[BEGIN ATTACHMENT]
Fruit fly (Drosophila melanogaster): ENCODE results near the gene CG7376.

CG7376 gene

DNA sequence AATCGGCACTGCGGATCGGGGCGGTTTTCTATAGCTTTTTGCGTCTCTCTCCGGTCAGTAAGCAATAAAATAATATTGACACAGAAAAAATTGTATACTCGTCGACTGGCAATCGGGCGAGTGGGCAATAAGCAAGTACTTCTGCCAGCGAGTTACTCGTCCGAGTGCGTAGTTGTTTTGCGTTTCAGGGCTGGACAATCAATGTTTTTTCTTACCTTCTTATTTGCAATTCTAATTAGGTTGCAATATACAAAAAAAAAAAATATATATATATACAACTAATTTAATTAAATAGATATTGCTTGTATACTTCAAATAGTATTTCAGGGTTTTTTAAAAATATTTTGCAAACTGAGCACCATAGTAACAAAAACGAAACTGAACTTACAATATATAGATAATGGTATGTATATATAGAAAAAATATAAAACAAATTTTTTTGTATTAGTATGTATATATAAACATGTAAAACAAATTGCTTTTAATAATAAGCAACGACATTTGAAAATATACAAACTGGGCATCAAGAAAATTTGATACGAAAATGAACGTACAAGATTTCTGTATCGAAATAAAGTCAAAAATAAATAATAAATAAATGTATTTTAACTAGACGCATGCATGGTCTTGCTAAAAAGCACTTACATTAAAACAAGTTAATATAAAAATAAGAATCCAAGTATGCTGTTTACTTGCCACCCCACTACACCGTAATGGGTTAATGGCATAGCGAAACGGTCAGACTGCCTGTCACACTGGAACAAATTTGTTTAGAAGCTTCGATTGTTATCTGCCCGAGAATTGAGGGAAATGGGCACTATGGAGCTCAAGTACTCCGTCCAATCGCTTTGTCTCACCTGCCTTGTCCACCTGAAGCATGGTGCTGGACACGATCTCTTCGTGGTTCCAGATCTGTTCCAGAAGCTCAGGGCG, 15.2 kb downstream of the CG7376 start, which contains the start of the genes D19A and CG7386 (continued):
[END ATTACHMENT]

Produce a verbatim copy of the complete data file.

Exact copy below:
Fruit fly (Drosophila melanogaster): ENCODE results near the gene CG7376.

CG7376 gene

DNA sequence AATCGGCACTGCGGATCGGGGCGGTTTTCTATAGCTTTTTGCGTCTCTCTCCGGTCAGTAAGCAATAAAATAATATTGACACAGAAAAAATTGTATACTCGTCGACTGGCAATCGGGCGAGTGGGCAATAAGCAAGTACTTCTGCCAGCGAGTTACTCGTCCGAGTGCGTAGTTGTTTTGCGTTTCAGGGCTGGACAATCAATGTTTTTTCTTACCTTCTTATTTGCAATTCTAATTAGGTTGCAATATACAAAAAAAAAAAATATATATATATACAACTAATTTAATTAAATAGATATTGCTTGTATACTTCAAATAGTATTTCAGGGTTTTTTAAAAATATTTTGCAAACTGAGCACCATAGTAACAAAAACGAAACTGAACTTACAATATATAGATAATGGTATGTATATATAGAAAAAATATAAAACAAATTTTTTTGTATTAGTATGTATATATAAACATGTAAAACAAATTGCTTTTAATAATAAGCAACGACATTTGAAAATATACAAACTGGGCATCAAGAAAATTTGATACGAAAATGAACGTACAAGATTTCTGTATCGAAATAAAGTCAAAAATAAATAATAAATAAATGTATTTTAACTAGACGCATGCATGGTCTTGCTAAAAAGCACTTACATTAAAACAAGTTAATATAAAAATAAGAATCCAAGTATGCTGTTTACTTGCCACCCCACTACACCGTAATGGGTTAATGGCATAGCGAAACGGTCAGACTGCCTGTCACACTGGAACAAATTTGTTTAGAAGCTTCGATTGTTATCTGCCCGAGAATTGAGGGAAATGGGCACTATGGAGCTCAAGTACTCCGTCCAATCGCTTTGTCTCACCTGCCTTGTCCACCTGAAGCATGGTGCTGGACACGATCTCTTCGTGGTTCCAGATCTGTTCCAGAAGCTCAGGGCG, 15.2 kb downstream of the CG7376 start, which contains the start of the genes D19A and CG7386 (continued):